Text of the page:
A proposal in business is a formal document written up by a company and sent to a potential partner or client. The main purpose of the document is to secure a business or sales contract. Similar to a business plan, the aim of the proposal is to market your business, your services, and your products in order to stand out against competitors.
There are two main types of business proposals:
- Unsolicited. Unsolicited business proposals are similar to cold calls: you send them to potential clients that - according to your research - may be interested in the goods or services you provide.
- Solicited. Solicited proposals are sent as a response to a request for proposal (or RFP). The RFP process starts with an already-interested client reaching out with a description of the problem they’re looking to solve. The proposal you provide in response should cater to the specifics of this project.
How to Write a Request for Proposal?
The request for proposal process starts with writing the RFP and sending it to your potential business partner.
Coming up with a well-written RFP that helps you get the information you’re looking for will increase the chances of you getting the services you need at the best possible price. Structuring your RFP in a compelling and streamlined way will make sure that vendors understand what information to supply and will reduce wait time for your business.
So how do you write a professional and persuasive request for proposal:
- Start with a well-thought-out pitch. Your introduction should compel potential partners to choose to do work with you.
- Define the needs and requirements of your business. Listing your specific goals and timeframe will help weed out vendors and suppliers that are not up to the task.
- Provide clear criteria for vendor selection. This will show that you’re serious about your project and not just soliciting quotes from businesses.
- Give information on the supplementary documentation (price lists, plans, etc.) you expect to receive and specify your contact information so that the vendors know where to submit their proposals.
Make sure to check and proofread your RFP. Using a company-branded template with your own specific colors and fonts is also strongly recommended.
Request for Proposal (RFP) Template
Having a professional-looking RFP template will make sure that you always end up with a polished request for proposal. This, in turn, will help vendors understand your requirements and make the RFP process as cohesive and effective as possible.
Even though there is no one-size-fits-all RFP format, all requests should include the same general categories that you can later build and expand upon:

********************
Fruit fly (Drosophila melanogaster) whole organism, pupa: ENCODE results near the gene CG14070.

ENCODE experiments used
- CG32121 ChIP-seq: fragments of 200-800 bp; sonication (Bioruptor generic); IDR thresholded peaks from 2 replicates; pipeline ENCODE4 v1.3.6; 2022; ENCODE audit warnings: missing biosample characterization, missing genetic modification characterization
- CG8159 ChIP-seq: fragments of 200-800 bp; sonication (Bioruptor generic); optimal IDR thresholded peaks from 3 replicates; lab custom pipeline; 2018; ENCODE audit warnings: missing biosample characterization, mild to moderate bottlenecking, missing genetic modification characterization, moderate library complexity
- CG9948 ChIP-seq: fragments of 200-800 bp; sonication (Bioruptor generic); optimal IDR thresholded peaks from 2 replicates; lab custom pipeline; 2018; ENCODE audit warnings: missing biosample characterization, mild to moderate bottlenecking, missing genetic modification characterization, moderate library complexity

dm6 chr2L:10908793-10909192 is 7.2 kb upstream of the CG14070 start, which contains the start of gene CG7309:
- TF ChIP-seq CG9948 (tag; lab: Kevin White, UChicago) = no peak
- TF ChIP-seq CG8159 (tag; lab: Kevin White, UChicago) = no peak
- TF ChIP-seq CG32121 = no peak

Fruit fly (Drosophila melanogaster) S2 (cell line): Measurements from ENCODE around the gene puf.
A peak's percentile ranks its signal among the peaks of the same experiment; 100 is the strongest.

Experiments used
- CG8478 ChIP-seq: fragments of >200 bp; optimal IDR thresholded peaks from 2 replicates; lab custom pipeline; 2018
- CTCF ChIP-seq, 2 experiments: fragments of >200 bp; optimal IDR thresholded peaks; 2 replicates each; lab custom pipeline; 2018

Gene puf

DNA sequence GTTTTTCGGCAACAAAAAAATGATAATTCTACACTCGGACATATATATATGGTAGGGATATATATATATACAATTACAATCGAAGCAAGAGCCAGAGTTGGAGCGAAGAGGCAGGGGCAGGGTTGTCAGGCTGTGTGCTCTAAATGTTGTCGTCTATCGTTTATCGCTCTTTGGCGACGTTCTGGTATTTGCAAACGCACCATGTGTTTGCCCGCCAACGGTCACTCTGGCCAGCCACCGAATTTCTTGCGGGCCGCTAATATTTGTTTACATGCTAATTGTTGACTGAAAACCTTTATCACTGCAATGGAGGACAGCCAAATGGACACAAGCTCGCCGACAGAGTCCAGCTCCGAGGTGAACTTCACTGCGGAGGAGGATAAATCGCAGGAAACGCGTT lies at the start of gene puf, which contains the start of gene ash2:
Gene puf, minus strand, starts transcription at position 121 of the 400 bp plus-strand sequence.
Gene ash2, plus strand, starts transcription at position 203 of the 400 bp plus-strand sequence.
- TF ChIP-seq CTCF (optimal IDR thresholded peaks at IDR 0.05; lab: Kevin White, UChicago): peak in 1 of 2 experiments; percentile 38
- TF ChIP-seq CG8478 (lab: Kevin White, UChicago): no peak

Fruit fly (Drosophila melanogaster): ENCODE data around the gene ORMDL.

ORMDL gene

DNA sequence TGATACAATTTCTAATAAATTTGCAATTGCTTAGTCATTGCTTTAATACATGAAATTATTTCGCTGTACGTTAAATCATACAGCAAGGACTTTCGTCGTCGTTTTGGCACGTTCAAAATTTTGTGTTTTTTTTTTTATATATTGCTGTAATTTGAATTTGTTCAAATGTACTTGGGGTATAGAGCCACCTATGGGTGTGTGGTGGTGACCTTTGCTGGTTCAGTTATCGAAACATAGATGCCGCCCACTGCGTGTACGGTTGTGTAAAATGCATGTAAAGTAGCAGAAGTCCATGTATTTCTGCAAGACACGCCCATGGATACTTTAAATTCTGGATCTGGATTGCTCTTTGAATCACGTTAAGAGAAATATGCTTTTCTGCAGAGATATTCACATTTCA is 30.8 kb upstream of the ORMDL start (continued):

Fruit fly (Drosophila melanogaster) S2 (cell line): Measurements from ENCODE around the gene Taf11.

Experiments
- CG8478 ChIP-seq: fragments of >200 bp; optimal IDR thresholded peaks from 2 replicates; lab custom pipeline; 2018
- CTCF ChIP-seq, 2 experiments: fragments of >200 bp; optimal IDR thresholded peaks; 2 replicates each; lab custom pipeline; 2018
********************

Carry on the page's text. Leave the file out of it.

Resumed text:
- A short introduction.
- A one-page background of your business and the project at hand.
- The timeline of your project, the budget on hand, and the desired timeline of deliverables.
- The submission schedule, selection rules, and response time.
- Anticipated roadblocks.
- Contact information.
You will want to strike a balance between too much and too little information. Including overly-broad information may attract under-qualified or ill-suited suppliers. On the other hand, an overly-detailed and long RFP may signal to vendors that you are a difficult client and might discourage them from even submitting a proposal.
How to Respond to a Request for Proposal?
When answering a request for proposal, the main goal is to showcase the unique qualities of your business in a way that makes a potential client want to choose you to solve their particular problem. When responding to an RFP, you are expected to provide the proposal itself along with a cover letter (a proposal letter) introducing your business and summarizing the key elements of the main document.
Both the letter and the proposal should use precise language and demonstrate proficiency in your industry and experience in handling the type of problem the client is facing. You should strive to demonstrate your understanding of the client’s needs while managing to highlight the way you are uniquely qualified to meet them.
So, what is the key to writing an effective proposal in response to an RFP?
- Research the client thoroughly before diving in. Learn as much as you can about your client’s business in order to expertly tailor your proposal to their needs.
- Make sure that you fully understand the requirements of the project. Reference or quote the specific goals from the RFP you received and provide concrete solutions throughout the text.
- Focus on helping your client reach their goals. Focusing too much on your own success or the previous projects you’ve completed might get an unfavorable response.
- Utilize charts, tables, and other visuals. Steering away from overly-descriptive pages of text will help your proposal capture the reader’s attention and stand out against any competitors.
- Proofread your document. Consider using a template to help you stick to a previously-determined concise format and edit your work to avoid any unwanted revisions down the line.